Dishing at CMJ with Kanine Records

ADDITIONAL CONTRIBUTORS Jess Goulart

By Jess Goulart After an ear-shattering rock showcase at Piano’s, BTR snagged Lio Kanine, of Kanine Records, for an impromptu interview. The Brooklyn-based indie label has worked with The Blow, Chairlift, and Grizzly Bear, plus emerging artists like Valleys, Beach Day, Bleeding Rainbow, and Eternal Summers, who are all performing at CMJ. Beach Day at Kanine Records showcase at Piano’s during CMJ 2013. Photo by Jess Goulart. Tucked tightly against a wall while hundreds of excited fans pushed in and out of the venue, Lio reflects on his roster and shares how he got his start.

BreakThru Radio: So how do you feel like CMJ is going?

Lio Kanine: Dude, it’s amazing! The showcase was insanely packed, from 1 p.m. to now [mignight]. I just couldn’t be happier. It’s been awesome. Especially for the new bands that nobody knows, which is of course the best part about CMJ.

BTR: Definitely impressive, so can you tell me who your favorite is?

LK: [Shaking his head] Absolutely not, I love them all. I’m really, really attached to my bands. I’m not in this to be a billionaire, I’m in this because I love music. Every record feels different to me, so I can’t say this or that is the best record ever. Even records that have sold ten copies, I’ve been in love with.

BTR: Like who?

LK: I had this one band Four Volts, from when we first started [a decade ago], which is probably one of my favorite records ever of the whole catalog, and they sold next to nothing. It was one of our very first records, and it’s so arty and weird. Everyone points out it didn’t sell, but that doesn’t matter. And honestly, if it came out now, it would be huge. It was just wrong timing.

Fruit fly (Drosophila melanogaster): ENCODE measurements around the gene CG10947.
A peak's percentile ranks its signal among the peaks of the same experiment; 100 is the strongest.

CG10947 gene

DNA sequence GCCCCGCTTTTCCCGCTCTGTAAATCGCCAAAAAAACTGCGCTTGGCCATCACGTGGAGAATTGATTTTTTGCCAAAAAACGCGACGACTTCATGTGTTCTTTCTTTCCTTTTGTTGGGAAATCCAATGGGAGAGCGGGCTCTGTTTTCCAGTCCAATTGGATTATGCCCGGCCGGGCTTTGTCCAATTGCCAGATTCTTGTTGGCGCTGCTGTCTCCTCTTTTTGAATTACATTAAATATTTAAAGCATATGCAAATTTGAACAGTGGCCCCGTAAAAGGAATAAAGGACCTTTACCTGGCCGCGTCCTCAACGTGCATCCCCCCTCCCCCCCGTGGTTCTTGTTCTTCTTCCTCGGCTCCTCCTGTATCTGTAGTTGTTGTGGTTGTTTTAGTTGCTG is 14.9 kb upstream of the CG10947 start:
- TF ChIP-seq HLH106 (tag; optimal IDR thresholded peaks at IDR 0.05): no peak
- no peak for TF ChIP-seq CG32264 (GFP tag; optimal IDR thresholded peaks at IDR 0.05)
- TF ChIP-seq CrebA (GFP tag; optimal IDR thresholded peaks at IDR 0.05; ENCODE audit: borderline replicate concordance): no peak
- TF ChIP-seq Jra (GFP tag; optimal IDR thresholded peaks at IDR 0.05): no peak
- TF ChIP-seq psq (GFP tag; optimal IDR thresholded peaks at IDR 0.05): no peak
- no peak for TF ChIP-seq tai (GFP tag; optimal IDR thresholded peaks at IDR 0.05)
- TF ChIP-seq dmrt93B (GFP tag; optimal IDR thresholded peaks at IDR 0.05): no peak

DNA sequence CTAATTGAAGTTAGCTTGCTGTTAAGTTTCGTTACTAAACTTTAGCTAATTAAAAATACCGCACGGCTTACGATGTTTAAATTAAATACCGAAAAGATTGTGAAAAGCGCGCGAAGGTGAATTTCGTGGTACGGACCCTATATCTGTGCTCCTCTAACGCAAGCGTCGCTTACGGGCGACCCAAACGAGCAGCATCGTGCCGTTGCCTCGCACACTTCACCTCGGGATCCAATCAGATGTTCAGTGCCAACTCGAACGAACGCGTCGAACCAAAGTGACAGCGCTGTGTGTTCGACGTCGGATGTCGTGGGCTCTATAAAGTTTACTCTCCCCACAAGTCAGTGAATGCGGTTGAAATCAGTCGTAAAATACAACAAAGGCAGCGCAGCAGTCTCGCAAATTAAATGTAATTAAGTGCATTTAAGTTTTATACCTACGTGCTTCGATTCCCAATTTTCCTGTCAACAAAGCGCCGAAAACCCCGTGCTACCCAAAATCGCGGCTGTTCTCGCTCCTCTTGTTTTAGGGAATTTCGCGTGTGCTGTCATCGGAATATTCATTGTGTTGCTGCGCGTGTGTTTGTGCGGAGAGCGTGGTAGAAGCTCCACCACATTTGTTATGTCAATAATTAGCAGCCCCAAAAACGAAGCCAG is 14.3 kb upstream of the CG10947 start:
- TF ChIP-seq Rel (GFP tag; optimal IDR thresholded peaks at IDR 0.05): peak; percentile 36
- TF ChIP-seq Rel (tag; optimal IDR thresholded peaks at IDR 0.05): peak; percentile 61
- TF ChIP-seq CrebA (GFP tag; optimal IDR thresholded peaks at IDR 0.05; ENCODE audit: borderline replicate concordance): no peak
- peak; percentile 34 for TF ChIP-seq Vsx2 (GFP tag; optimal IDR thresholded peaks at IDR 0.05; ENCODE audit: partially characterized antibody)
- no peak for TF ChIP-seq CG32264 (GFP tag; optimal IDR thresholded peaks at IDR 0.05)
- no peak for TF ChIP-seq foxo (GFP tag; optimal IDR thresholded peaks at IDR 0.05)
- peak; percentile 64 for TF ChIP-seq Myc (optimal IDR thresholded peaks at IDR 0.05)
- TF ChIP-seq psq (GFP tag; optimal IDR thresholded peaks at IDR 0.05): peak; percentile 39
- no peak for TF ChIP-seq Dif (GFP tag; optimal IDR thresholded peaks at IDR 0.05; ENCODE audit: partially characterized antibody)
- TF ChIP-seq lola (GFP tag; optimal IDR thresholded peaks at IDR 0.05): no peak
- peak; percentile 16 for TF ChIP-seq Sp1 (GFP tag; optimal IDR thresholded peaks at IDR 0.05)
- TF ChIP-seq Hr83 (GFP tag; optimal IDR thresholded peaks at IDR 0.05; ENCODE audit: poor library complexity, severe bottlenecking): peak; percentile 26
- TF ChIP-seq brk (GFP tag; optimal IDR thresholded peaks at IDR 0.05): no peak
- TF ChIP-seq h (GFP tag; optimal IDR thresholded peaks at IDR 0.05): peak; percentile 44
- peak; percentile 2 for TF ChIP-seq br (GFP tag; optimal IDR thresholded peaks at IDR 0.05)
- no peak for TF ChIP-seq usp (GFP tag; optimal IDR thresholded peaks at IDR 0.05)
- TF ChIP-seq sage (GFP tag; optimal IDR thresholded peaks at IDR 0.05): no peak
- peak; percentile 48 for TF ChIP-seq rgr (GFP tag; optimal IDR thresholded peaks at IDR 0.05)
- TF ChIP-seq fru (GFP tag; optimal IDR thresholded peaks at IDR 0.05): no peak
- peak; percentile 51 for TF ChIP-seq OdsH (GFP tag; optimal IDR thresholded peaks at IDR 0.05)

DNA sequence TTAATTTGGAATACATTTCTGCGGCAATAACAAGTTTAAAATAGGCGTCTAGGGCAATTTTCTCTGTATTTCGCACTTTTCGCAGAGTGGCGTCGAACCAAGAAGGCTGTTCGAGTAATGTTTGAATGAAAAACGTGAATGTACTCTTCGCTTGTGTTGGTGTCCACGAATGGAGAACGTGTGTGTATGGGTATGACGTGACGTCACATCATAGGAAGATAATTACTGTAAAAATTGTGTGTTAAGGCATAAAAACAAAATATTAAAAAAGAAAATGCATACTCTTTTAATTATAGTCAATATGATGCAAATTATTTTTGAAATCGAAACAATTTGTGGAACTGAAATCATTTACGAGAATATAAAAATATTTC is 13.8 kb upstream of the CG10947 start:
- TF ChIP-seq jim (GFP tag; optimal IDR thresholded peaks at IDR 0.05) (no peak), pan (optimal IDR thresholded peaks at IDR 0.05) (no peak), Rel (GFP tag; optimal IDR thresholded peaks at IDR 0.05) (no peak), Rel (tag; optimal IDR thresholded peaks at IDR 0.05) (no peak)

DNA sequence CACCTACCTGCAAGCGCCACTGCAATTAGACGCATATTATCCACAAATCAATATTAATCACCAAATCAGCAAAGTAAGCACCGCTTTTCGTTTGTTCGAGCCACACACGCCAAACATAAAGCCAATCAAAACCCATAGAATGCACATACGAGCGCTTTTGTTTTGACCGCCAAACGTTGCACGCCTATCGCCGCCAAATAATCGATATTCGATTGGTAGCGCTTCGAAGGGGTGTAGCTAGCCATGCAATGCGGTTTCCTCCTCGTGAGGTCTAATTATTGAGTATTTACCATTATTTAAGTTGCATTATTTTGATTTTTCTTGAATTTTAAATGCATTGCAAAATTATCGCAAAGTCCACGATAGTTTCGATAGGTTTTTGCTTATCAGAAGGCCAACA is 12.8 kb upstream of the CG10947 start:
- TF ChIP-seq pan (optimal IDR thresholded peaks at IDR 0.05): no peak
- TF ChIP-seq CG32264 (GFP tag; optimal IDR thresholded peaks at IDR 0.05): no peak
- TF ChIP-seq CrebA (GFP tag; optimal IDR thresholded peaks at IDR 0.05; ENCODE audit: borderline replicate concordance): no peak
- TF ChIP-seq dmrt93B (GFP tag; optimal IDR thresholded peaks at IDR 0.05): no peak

BTR: How do you feel when you look through your catalog, old records like that?

LK: Well, I’m kind of a big history buff. The thing about records for me is that every single one is like a new history book. I just did this big interview for a skateboard website that’s kind of like the Pitchfork of skateboarding and we were going through my catalogue and I was flipping through records and I was getting really emotionally, almost teary. Because every record is a time piece for me. It captures a memory, and an amazing moment. So that feeling definitely endures.

BTR: How did you get into this business?

LK: Ya know, when I was in 8th grade I snuck out of my house to see an Echo & The Bunnymen show. It was the middle of the week and I would definitely not have been allowed to go, so I snuck out through this tiny window in my kitchen and met my friends. I had no money, so I had to borrow from my friends. And I remember being at that show, thinking, “I’m gonna be grounded for like six months for this,” and being really upset about it, my friends trying to calm me down saying “it’s gonna be cool, it’s gonna be cool!” But as soon as Ian McCulloch came on stage, he did this big kick with his guitar and all the girls, like, screamed. And all my worries disappeared, and all my cares, and the whole world, and I knew. Yup, this is what I want to do.

BTR: If I print this, and your mom reads it, will she be upset?

LK: Well, so, after the show I scrambled for a like a half an hour to get back through that stupid window, and I finally squeezed in and fell plump to the floor. I stood up, and mom was staring at me from the couch. She’d been waiting up, and she knew everything! Her first words were “was it worth it?” And with no hesitation I said, “100%.” And she said, “good, you’re grounded for six months.”

And that changed my life.

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